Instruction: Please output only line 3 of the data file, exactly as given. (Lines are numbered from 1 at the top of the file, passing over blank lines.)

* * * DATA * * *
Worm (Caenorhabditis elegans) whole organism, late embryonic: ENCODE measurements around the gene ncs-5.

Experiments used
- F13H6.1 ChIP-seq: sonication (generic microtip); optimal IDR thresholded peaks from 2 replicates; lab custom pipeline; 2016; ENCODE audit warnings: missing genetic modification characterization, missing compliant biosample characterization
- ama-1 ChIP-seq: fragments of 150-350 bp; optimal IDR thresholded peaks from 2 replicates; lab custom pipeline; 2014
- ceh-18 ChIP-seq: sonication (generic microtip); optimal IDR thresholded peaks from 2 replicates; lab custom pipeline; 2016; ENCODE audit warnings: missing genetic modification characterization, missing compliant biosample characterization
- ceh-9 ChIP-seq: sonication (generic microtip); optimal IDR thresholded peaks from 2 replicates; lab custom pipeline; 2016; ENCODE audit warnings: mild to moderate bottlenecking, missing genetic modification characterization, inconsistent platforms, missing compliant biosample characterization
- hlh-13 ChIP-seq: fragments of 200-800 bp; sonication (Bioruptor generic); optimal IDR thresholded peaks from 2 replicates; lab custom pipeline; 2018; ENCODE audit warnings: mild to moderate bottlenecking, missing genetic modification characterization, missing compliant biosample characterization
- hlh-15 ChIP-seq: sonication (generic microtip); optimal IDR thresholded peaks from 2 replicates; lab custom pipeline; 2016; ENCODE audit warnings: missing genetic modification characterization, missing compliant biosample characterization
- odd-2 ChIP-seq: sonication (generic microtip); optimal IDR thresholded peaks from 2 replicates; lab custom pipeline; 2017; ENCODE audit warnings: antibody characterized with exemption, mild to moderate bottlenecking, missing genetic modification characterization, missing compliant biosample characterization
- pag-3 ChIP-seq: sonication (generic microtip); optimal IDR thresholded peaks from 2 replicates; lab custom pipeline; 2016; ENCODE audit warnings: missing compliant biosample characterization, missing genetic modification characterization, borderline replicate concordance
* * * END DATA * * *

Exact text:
- F13H6.1 ChIP-seq: sonication (generic microtip); optimal IDR thresholded peaks from 2 replicates; lab custom pipeline; 2016; ENCODE audit warnings: missing genetic modification characterization, missing compliant biosample characterization